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on some occasions contributed to the wreck of the vessel.”
“ Spin them round,” said Mrs. Seymour.
The vicar complied; exclaiming at the same moment, “Vos ite solutæ.
Vos ite solutæ. Ite deæ pelagi.' They are positively converted into sea-nymphs. o mirabile monstrum !'» cried Mr. Twaddleton.
66 Here is another classical device; the representation of Eurydice, as she fell lifeless at the moment Orpheus turned round to gaze on her,” said Mrs. Seymour.
Charming ! charming! I perceive that it is a copy from the splendid print of Didot in the Paris edition of Virgil.”
66 Turn it round, vicar.”
" See ! see ! she revives, she opens her eyes, and throws her arms around the neck of her frantic lover : truly, Mrs. Seymour, this is a most interesting toy,” said Mr. Twaddleton.
Mr. Seymour here observed that he had written an epigram to accompany the subject they had just witnessed, and he trusted that he had given to it a classical turn.
By all means read it; the subject admits of much classical decoration," observed the vicar.
Louisa received the epigram from the hands of her father, and read as follows:
“ By turning round, 'tis said, that Orpheus lost his wife;
Let him turn round again, and she'll return to life.”
It could not be expected that Mr. Twaddleton should have admired lines so burdened with puns; but he quietly observed, " I should have preferred a quotation from the fourth Georgic, so beautifully descriptive of the fable.”
The next card that was presented for inspection exhibited the metamorphosis of Daphne into a laurel. As the figure revolved, the leaves were seen sprouting from her fingers, and her arms lengthening into branches.
“ Come now," said Mr. Seymour, “ let us exhibit the figure which has been designed at my request : the change which it will undergo during its revolution may, I trust, on some day be realised; I only regret that it is not in my power to give the vicar so good a turn.
Really, if like Crambe, in Martinus Scriblerus, thou hadst a word for every day in the year, I should certainly say that you were this day under the dominion of the word turn.”
6 You know this resemblance ?" said Mr.
Seymour, as he showed the figure, painted on one side of the card, to his daughter.
“ It is the vicar!” exclaimed Louisa.
It was, indeed, a portrait of that most excellent character, represented in the costume in which he usually appeared.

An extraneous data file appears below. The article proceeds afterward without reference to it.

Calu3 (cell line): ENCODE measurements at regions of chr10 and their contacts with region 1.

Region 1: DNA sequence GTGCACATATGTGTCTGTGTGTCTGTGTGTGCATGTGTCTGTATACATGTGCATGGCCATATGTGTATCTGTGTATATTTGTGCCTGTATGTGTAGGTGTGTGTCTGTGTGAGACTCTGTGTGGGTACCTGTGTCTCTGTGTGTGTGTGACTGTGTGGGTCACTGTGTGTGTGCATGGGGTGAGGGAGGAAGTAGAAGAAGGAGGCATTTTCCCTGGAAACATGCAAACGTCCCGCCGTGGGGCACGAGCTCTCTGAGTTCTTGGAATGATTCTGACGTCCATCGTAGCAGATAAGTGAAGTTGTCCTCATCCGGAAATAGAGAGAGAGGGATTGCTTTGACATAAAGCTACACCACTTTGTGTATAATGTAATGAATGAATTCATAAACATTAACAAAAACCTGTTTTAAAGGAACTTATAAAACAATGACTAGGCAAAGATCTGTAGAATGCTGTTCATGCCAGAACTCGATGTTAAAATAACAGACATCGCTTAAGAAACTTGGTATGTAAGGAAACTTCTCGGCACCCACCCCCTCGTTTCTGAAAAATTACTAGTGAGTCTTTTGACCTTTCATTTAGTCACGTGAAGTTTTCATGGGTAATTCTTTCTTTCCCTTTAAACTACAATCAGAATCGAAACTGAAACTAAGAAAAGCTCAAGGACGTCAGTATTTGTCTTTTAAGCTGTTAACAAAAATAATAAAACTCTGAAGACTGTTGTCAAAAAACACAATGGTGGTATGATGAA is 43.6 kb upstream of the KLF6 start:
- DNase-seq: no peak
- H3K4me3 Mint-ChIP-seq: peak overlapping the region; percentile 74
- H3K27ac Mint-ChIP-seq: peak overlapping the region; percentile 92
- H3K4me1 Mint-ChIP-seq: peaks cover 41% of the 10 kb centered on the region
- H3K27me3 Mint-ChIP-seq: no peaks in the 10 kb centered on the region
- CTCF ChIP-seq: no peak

66 Turn it round,” said Mrs. Seymour.
66 Louisa twirled the cord, and the whole party burst into a paroxysm of laughter; for the effect of the rotation was to convert the humble vicar into the dignified bishop; his meagre form was instantly changed into a corpulent figure, which was still farther inflated by the addition of the episcopal robe and lawn sleeves, while his angular features were softened by the graceful curves of an immense wig.
“ I will give you a motto for it,” said the major, " and may it be prophetic! - RAPID PREFERMENT.”
“ Now," said Mrs. Seymour, “I will show you the improvement which I have made in the construction and use of this toy. It consists in altering the axis of rotation while the card revolves, and thus brings the images on the opposite sides in different positions with respect to each other."
66 There cannot be any doubt that such would be the effect, if it were possible to change the axis in the way you propose; but how is this to be effected ?” said the vicar.
“ At first I attempted to effect the change by the addition of other strings; but I soon found that, in order to avail myself of this expedient, I should be obliged to stop the card before I could change its axis, whereas my object was to produce the alteration while the card was in the act of spinning.”
“ And that, I fear, must be the case, whatever expedient you may adopt,” observed Mr. Twaddleton.
6 No, indeed; I have surmounted the difficulty by a very simple process.”
Mrs. Seymour then exhibited her contrivance, which we shall endeavour to explain by the assistance of the annexed diagram.
ee is a frame-work of card, in which the disc acbis made to traverse freely; the position of its two strings is seen at a b, which having been fastened, at those points, to the central card, are carried through openings in the frame-work at cd. As the card revolves, the strings are pulled with a certain degree of force which causes it to change its position, until the point a shall coincide with c, and b with d. Mrs. Seymour having explained the construction of her apparatus, proceeded to display the effects of its action.
“ Here,” said she, “you perceive a horse; on turning it round you will observe a jockey seated on its back.”
While the party were steadfastly observing the change thus produced, the exhibiter tightened the strings, the card changed its position, and the jockey was, in an instant, canted over the head of his charger, to the no small delight of the children, and to the utter amazement of the vicar and major, who simultaneously declared it to be one of the most magical effects they had ever witnessed. Several other subjects were then submitted to a similar operation ;